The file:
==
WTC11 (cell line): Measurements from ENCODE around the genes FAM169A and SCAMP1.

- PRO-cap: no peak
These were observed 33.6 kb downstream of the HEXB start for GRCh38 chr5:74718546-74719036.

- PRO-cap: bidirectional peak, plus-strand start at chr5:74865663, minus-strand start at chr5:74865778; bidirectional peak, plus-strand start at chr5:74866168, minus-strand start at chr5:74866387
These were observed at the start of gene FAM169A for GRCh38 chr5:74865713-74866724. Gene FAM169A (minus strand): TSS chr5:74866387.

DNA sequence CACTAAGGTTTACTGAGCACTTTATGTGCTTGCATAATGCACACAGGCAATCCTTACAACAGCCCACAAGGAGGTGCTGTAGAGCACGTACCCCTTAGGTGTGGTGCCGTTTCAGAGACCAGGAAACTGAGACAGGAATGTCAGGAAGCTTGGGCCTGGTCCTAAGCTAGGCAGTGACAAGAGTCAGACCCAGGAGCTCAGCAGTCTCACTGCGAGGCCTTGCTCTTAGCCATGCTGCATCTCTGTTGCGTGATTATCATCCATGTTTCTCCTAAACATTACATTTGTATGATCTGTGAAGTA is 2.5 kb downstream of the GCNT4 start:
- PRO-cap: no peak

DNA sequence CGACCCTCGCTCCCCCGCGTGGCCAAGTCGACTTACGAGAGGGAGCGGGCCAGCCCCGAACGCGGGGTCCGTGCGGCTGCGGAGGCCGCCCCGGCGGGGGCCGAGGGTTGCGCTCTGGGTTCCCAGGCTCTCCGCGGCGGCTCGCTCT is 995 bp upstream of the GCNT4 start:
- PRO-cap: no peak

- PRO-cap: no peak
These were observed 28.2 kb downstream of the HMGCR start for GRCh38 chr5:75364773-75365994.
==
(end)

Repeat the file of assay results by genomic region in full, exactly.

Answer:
WTC11 (cell line): Measurements from ENCODE around the genes FAM169A and SCAMP1.

- PRO-cap: no peak
These were observed 33.6 kb downstream of the HEXB start for GRCh38 chr5:74718546-74719036.

- PRO-cap: bidirectional peak, plus-strand start at chr5:74865663, minus-strand start at chr5:74865778; bidirectional peak, plus-strand start at chr5:74866168, minus-strand start at chr5:74866387
These were observed at the start of gene FAM169A for GRCh38 chr5:74865713-74866724. Gene FAM169A (minus strand): TSS chr5:74866387.

DNA sequence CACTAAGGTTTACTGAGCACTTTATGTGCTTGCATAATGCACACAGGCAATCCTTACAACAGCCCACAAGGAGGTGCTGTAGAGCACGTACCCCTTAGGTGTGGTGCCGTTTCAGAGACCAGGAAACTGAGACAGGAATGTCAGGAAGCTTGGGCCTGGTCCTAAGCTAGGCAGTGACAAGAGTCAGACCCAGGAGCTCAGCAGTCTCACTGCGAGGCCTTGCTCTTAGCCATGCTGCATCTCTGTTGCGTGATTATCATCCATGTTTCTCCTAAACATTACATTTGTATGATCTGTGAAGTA is 2.5 kb downstream of the GCNT4 start:
- PRO-cap: no peak

DNA sequence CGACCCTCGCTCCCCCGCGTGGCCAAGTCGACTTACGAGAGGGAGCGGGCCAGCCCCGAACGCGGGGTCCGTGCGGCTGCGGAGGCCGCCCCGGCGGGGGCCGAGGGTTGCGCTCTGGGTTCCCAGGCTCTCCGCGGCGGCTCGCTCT is 995 bp upstream of the GCNT4 start:
- PRO-cap: no peak

- PRO-cap: no peak
These were observed 28.2 kb downstream of the HMGCR start for GRCh38 chr5:75364773-75365994.